I guess that's the proof of getting old - when the nicest surprise of the night is not a song or an act or running into somebody, but getting home in time to order Chinese and watch the end of the Olympics...Oh well, the shoe fits and I like to think I wear it well.

August 27, 2008

DNC: Voyager

Tomorrow night Barack Obama is scheduled to accept the nomination of the Democratic party as their candidate for the next President of the United States. In his speech, I'm sure he'll acknowledge his wife and family, his running mate, his primary opponent and lots of other folks. But for some reason, I'm guessing he's not going to mention or thank one person who had a pretty big impact on him being where he is today.

Obama started his meteoric rise in national politics back in 2004 when he won the Senate seat in Illinois. He soundly defeated Alan Keyes, gathering 70% of the vote. But he wasn't supposed to run against Keyes. He was supposed to run against Jack Ryan (no, not the Tom Clancy character).

Ryan was a rising star in Republican politics. He was a former Goldman guy who left the firm (with hundreds of millions of dollars) after it went public and started teaching inner city schools in Chicago. With this stellar resume, he not only won the Illinois republican nomination for Senate, but was perhaps a rising star in the party. Don't believe me? Here's the glowing column George Will wrote about him in 2003.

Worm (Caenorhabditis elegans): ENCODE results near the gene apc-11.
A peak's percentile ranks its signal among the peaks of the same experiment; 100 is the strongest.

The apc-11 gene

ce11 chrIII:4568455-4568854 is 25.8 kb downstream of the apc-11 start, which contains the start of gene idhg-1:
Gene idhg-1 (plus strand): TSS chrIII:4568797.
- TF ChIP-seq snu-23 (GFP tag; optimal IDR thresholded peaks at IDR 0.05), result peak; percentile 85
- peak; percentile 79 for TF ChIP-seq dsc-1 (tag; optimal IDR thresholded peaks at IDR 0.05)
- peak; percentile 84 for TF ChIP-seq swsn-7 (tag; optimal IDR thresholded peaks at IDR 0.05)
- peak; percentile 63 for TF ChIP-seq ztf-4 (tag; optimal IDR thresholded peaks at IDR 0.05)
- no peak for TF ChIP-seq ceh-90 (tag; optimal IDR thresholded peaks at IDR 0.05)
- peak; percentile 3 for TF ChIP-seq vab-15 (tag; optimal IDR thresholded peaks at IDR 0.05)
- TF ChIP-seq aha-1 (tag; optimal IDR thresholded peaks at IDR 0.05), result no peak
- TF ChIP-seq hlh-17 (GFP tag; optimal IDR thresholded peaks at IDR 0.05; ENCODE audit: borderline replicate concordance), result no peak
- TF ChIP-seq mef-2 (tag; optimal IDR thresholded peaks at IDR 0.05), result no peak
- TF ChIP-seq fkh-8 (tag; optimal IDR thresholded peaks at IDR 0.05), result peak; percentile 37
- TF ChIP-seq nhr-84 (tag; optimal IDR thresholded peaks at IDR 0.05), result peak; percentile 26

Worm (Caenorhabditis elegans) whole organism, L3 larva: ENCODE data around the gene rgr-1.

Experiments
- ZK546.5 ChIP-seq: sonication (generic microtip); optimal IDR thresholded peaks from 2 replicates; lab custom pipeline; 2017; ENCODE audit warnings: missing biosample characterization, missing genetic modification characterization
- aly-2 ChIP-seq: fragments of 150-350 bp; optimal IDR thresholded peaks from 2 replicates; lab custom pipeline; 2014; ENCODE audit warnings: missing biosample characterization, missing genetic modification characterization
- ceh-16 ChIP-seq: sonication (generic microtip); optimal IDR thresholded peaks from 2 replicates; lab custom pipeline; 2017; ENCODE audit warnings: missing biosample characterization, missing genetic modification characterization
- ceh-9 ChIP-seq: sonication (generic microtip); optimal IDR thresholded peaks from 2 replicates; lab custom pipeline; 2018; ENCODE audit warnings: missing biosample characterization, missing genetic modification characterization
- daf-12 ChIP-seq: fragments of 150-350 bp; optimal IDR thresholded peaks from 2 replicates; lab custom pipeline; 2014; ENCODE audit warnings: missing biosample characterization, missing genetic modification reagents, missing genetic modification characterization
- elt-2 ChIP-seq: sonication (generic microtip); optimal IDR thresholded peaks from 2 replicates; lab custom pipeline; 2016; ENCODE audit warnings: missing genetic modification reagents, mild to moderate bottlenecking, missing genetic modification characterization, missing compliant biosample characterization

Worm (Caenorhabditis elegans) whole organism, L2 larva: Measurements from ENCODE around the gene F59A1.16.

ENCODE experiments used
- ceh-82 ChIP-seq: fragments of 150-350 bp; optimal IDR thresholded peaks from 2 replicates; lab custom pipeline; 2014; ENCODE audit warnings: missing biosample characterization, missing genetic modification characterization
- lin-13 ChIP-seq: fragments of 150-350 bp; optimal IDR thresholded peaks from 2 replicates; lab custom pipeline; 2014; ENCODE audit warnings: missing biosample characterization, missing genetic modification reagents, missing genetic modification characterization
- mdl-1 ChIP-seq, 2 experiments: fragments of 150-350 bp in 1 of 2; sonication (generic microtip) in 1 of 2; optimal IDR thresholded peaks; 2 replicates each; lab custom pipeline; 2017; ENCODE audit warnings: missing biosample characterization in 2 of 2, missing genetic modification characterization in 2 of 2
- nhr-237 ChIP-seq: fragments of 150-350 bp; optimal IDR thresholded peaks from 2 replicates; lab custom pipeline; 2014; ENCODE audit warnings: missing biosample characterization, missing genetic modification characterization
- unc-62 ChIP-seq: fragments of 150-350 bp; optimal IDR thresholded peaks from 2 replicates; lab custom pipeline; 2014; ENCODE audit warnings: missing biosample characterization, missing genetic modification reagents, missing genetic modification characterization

Anyway, the reason you probably don't remember Jack Ryan is because in addition to a great resume, he also had some serious skeletons in his closet. Specifically he had an ex-wife who alleged in court documents during their divorce proceeding that he had taken her to sex clubs for the purpose of having public sex. The allegations were made public during his Senate campaign and proved to be too much. Only months before the election, Ryan was forced to withdraw his nomination and Keyes substituted in his place. (BTW, Obama during the campaign called for the divorce record to remain sealed.)

Oh yeah, the ex-wife who made these allegations? That would be actress Jeri Ryan, star of Star Trek: Voyager, among other things.

Anyway, who knows what would have happened had Jack Ryan's divorce proceedings remained sealed. Barack could have beat him in the general election - Illinois, despite being the land of Lincoln, is pretty a strong blue state. But who knows, given his background and available cash, maybe Ryan would have won? He certainly would have received more than the paltry 27% of the vote Keyes won.

But none of this matters now. Obama won and is now poised to be the next President. I just think he should think about giving Seven of Nine a shoult out in his acceptance speech.

About August 2008

This page contains all entries posted to Marksonland in August 2008. They are listed from oldest to newest.